An Iowa State University research team that helped develop a demonstration-scale pyrolyzer capable of sequestering thousands of tons of carbon dioxide a year has received a prestigious milestone award from XPRIZE Carbon Removal, it was announced on Friday.

The milestone prize provides $1 million to the carbon removal team at the Bioeconomy Institute to help advance its vision of using pyrolysis to remove carbon dioxide, a major greenhouse gas, from the atmosphere, thus slowing climate change. The carbon removal team is also in the running for an even larger award from XPRIZE of up to $50 million that will be determined in 2025. XPRIZE announced 15 milestone awards on Friday to coincide with Earth Day, selecting the winners from a field of 1,133 teams seeking to combat climate change by finding innovative means of removing greenhouse gases from the atmosphere.

Robert Brown

Robert Brown, Iowa State Anson Marston Distinguished Professor in Engineering, the Gary and Donna Hoover Chair in Mechanical Engineering and co-director of Iowa State’s Bioeconomy Institute, said the milestone prize validates the research team’s approach to carbon sequestration, which centers on a process known as pyrolysis. During pyrolysis, biomass is heated in the absence of oxygen, yielding a carbon-rich material known as biochar, which is a form of charcoal. Brown and his team have shown that biochar is an effective means of storing carbon in the soil, a practice known as sequestration, which keeps the carbon out of the atmosphere.

How Pyrolysis Sequesters Carbon

Plants draw carbon dioxide out of the atmosphere to produce biomass as part of photosynthesis. But that carbon storage is often temporary. When plants die and decay, they release that stored carbon back into the atmosphere. The carbon removal team at the Bioeconomy Institute uses biomass from crop residues, wood and perennial grasses as stocks for pyrolysis while the plant matter is still rich in carbon. The biochar that results from the process can be added to agricultural fields, gardens or yards as a soil amendment that improves soil health and further increases carbon storage potential.

Pyrolysis also produces a thick, viscous liquid known as bio-oil, which can be refined into renewable diesel fuel or bio-asphalt, a renewable substitute for petroleum-based asphalt.

Iowa State currently has two pyrolyzers, a lab-scale unit installed on campus in the Biorenewables Research Laboratory and a larger pilot-scale unit at the BioCentury Research Farm outside Ames. The carbon removal team has partnered with Iowa-based Stine Seed Company and Frontline Bioenergy to build a demonstration-scale pyrolyzer near Redfield, Iowa, northwest of Des Moines. The new pyrolyzer is slated to come online this summer and will be capable of capturing and sequestering the equivalent of over 1,000 tons of carbon dioxide a year. That scale made the team eligible for the XPRIZE award.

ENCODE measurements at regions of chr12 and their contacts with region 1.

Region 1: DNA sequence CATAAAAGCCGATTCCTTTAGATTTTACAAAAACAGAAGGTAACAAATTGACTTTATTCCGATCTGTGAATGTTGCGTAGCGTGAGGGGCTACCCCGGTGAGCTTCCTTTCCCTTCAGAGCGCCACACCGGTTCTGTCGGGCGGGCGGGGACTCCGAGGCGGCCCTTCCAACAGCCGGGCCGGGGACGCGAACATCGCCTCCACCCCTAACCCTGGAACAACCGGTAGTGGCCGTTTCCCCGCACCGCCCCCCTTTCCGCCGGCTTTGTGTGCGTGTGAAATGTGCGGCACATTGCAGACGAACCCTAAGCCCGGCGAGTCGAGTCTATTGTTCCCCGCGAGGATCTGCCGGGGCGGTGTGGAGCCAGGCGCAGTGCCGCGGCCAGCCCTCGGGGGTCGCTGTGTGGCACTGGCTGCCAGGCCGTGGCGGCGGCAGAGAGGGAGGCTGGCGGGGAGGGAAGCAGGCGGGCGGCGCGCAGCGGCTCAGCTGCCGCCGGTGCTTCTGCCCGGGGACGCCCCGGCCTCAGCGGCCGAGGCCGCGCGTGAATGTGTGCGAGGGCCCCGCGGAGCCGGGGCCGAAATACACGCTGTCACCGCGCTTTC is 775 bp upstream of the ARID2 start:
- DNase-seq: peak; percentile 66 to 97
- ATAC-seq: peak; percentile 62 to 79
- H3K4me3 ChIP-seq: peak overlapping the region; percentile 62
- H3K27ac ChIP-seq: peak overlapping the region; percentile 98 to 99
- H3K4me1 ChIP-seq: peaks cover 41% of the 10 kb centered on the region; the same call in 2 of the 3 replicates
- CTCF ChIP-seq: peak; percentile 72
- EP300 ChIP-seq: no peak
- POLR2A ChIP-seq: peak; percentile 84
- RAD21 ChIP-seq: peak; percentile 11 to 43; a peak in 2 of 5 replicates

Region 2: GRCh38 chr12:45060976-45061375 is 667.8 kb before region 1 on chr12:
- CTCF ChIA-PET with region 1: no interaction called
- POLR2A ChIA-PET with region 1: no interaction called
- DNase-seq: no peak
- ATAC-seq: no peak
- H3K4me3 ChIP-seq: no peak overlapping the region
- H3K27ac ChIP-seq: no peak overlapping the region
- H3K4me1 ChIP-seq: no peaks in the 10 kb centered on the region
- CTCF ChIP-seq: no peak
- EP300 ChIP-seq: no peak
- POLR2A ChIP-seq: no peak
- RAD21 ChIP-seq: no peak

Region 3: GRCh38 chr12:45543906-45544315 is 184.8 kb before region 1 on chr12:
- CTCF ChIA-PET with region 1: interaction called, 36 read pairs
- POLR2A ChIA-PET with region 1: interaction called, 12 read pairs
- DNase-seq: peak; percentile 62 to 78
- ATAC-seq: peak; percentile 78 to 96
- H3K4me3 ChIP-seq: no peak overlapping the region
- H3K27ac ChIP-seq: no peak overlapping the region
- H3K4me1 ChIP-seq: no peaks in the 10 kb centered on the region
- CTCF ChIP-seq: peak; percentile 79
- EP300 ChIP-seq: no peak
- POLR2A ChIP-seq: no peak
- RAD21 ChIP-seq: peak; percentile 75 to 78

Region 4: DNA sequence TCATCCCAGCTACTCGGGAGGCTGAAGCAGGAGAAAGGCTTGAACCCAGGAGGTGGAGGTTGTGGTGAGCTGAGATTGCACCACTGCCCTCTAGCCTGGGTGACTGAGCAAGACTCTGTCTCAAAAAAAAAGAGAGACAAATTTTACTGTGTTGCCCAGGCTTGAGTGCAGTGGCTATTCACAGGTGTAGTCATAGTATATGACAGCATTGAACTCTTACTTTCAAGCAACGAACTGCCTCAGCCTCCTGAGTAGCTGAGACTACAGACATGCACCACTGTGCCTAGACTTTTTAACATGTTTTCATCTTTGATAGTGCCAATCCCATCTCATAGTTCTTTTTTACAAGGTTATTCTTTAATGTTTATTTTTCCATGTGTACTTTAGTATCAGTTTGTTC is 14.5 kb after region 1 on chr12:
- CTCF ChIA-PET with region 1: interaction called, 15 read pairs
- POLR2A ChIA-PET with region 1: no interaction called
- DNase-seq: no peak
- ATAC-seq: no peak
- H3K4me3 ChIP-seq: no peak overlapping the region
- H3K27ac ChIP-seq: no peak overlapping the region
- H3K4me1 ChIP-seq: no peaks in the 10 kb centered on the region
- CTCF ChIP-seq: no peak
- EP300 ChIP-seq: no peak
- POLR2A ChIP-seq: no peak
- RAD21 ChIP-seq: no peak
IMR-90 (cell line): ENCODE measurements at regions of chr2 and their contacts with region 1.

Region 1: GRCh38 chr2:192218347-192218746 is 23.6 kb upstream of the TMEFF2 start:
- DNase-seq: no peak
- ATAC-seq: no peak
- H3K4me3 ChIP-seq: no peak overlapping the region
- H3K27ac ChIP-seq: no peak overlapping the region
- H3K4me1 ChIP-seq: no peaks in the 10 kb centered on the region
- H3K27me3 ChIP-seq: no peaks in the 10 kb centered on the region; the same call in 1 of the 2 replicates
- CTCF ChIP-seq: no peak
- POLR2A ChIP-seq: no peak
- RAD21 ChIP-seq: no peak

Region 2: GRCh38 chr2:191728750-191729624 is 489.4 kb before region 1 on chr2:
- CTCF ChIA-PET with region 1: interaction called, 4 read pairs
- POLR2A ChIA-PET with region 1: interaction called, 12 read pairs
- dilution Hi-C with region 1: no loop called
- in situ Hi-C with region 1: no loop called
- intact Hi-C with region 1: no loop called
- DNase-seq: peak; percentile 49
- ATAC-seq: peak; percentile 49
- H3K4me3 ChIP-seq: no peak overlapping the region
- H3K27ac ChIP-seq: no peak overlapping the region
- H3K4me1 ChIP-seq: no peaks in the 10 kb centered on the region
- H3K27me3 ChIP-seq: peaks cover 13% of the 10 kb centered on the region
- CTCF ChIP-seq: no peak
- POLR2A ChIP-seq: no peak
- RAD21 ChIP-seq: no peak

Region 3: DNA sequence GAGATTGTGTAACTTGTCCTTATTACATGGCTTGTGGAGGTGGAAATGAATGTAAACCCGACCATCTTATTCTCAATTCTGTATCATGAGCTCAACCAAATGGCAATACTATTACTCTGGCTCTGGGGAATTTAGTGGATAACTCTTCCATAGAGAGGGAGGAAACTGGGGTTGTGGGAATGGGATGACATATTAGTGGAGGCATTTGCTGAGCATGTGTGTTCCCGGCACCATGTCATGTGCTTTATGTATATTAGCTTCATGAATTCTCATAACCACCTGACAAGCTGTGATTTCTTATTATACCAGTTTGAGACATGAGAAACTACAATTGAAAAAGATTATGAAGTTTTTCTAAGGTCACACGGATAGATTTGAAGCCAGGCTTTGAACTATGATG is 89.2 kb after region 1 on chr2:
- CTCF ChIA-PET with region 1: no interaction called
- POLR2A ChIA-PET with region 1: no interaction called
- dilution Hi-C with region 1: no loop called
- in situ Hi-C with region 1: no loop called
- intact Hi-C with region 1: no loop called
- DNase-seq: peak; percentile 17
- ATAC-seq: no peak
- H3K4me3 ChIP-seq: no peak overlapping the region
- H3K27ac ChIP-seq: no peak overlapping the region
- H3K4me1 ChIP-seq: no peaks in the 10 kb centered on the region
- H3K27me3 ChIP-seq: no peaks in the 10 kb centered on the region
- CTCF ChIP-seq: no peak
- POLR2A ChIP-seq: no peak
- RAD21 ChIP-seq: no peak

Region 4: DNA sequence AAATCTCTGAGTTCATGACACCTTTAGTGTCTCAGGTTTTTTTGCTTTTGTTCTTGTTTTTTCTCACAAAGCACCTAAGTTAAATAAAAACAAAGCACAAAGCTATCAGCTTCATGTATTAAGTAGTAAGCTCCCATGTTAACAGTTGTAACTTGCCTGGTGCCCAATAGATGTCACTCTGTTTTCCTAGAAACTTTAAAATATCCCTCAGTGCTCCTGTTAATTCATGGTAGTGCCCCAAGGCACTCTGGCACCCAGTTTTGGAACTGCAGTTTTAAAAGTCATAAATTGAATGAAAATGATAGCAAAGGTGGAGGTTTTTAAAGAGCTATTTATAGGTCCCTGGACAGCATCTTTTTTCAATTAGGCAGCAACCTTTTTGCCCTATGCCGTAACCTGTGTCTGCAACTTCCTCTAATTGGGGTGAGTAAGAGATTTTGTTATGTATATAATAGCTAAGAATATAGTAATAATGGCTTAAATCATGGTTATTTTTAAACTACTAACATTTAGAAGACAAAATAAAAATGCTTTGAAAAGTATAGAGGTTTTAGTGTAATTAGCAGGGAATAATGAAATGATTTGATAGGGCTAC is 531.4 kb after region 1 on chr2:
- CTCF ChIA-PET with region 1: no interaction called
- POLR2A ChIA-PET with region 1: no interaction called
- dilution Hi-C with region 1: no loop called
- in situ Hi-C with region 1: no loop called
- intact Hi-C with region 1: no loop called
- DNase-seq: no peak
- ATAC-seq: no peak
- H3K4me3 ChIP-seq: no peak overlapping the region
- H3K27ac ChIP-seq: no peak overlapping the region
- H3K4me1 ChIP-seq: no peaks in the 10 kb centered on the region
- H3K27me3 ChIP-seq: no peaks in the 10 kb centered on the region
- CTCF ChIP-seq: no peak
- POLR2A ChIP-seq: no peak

The ISU scientists have developed a means of making the new pyrolyzer self-heating, improving its cost-effectiveness and environmental performance. This “auto-thermal pyrolyzer” works by pumping a small amount of air into the reactor, which causes some of the products of pyrolysis to partially oxidize and give off heat.

“Pyrolysis does require energy to heat the biomass, but we’re now able to self-heat the process,” Brown said.

About the $100M XPRIZE Carbon Removal

XPRIZE, a non-profit that hosts competitions intended to spur technological advancement to benefit humanity, seeks to reward innovative solutions to global challenges. XPRIZE has announced a prize purse of $100 million, which it touts as the largest incentive prize in history, for effective approaches to carbon removal, funded by Elon Musk and the Musk Foundation. The winning entrant must demonstrate solutions that can pull carbon dioxide directly from the atmosphere or oceans at a scale of at least 1,000 tons per year. Entrants must also model their costs and demonstrate a possibility to scale up their approach to gigatons of carbon storage in the future.

XPRIZE will hand out a $50 million grand prize to the top entrant, along with other $30 million prizes to other teams, an acknowledgement that it will likely take a variety of carbon removal approaches to avert an impending climate crisis.

“Even if we make heroic efforts to reduce the rates of global greenhouse gas emissions, we’ll still overshoot the targets necessary to avoid large climate impacts,” Brown said. “We need to look at solutions that actively remove carbon dioxide from the atmosphere. We think pyrolysis will be one of those solutions.”